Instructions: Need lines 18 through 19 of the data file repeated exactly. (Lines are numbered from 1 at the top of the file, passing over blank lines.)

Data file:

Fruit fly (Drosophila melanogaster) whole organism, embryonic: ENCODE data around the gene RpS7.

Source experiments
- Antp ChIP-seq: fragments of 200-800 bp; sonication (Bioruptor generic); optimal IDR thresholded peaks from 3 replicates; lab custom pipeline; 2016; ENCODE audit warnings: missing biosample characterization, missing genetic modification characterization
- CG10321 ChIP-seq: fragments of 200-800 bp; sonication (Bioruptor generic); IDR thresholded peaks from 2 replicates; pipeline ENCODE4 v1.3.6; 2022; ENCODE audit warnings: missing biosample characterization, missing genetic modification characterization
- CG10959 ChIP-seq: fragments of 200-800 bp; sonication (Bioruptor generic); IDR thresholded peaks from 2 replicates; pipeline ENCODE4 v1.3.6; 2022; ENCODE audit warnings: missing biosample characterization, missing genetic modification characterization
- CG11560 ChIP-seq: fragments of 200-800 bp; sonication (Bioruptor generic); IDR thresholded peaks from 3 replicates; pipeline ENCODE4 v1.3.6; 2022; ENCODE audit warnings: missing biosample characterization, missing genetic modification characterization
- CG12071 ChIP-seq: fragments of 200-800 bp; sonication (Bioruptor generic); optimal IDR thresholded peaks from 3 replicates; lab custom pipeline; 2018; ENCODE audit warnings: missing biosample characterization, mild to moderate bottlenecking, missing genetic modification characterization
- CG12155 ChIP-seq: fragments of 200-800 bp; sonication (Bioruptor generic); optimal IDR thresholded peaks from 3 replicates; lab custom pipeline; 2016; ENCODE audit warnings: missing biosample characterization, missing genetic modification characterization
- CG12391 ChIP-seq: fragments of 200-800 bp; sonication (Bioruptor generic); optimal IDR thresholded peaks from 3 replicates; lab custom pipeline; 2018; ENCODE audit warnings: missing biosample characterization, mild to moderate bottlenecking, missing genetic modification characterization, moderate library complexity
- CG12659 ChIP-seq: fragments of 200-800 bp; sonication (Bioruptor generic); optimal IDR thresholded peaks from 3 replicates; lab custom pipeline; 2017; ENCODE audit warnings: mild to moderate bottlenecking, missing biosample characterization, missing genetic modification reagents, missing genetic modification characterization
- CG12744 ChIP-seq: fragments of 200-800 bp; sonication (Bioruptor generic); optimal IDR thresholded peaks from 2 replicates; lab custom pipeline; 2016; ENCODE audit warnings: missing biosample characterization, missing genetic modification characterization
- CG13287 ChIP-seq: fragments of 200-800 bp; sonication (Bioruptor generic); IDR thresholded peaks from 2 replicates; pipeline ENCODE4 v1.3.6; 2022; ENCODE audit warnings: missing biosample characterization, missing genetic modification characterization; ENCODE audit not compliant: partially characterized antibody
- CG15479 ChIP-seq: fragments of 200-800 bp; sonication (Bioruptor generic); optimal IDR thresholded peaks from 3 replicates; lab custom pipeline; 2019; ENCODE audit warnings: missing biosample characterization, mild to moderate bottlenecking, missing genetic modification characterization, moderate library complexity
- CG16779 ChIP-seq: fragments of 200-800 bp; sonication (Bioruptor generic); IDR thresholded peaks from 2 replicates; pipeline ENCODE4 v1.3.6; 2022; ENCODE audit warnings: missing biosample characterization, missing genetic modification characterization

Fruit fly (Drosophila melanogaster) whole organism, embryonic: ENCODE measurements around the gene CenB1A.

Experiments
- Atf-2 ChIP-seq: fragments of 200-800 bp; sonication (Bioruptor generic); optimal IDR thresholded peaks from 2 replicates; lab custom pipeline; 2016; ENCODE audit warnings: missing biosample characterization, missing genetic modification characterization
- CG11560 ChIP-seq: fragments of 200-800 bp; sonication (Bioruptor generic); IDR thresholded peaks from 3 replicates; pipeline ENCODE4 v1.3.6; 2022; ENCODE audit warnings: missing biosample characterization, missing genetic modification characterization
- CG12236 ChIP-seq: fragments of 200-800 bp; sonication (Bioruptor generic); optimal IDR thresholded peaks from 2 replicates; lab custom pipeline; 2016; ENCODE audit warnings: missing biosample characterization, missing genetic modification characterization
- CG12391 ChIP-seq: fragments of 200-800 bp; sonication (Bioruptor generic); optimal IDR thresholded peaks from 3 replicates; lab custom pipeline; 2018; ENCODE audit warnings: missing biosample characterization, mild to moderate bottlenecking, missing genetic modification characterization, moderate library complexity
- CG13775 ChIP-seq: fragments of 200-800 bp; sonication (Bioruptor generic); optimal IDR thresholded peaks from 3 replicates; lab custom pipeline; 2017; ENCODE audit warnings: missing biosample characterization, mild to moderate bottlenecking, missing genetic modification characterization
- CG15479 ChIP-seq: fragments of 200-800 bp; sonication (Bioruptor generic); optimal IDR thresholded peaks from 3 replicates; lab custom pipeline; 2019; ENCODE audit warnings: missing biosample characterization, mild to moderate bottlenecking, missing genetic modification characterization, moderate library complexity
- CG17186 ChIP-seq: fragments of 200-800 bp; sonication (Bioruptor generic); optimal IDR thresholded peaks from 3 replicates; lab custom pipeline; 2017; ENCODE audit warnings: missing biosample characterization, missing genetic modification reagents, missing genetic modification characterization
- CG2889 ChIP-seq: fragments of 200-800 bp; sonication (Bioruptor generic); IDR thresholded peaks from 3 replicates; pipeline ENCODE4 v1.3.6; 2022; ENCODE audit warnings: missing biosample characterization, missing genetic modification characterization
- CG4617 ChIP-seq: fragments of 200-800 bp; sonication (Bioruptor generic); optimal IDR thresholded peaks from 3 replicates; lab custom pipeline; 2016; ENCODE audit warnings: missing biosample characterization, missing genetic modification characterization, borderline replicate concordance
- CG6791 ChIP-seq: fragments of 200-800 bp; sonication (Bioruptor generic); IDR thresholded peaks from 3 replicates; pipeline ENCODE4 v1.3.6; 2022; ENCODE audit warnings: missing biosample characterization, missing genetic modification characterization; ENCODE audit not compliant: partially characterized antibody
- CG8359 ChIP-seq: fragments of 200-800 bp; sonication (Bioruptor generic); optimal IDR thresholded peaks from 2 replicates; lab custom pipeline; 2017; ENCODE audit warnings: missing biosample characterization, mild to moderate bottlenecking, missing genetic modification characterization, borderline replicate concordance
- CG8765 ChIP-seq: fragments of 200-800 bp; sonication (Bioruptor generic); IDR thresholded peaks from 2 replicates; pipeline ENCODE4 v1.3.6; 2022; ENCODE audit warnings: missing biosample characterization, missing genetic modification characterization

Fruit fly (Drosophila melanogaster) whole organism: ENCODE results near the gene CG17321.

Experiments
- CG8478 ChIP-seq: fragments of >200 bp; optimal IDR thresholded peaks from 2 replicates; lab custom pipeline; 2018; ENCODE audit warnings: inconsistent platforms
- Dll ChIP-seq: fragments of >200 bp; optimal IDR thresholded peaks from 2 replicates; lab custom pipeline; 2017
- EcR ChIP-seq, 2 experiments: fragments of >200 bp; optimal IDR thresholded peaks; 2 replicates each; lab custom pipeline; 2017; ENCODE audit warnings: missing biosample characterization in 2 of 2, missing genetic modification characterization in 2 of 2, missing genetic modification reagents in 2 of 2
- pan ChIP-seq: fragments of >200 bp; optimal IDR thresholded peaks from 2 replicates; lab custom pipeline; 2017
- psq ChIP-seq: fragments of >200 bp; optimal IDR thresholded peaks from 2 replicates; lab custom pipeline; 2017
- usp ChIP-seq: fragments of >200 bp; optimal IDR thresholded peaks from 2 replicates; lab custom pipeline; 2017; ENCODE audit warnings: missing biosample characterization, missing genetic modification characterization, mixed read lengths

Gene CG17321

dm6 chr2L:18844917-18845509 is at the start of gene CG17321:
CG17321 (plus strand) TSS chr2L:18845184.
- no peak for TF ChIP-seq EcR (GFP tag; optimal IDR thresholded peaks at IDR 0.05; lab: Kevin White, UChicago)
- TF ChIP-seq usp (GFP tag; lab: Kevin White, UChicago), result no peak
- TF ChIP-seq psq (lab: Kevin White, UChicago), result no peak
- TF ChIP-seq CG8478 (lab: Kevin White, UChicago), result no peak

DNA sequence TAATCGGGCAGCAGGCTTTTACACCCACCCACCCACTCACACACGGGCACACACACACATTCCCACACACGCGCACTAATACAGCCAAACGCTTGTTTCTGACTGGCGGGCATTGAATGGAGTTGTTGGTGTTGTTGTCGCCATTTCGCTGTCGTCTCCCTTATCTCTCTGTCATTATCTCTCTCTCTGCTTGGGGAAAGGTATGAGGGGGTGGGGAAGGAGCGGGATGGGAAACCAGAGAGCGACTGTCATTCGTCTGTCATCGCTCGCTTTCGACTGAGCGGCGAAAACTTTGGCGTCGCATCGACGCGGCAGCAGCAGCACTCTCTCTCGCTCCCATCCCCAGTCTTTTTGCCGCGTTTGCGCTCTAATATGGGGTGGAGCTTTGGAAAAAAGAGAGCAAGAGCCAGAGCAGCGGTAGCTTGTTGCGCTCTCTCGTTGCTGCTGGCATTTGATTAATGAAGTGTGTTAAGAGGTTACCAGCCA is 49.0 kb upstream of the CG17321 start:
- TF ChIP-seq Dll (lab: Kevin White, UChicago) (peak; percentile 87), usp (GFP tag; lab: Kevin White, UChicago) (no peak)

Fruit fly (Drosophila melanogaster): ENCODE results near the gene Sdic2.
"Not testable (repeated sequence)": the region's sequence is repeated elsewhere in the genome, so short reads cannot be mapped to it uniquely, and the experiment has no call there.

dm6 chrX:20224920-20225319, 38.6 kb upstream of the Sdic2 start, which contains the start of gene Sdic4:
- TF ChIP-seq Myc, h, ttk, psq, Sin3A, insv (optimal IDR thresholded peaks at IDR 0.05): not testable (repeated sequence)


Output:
- CG11560 ChIP-seq: fragments of 200-800 bp; sonication (Bioruptor generic); IDR thresholded peaks from 3 replicates; pipeline ENCODE4 v1.3.6; 2022; ENCODE audit warnings: missing biosample characterization, missing genetic modification characterization
- CG12236 ChIP-seq: fragments of 200-800 bp; sonication (Bioruptor generic); optimal IDR thresholded peaks from 2 replicates; lab custom pipeline; 2016; ENCODE audit warnings: missing biosample characterization, missing genetic modification characterization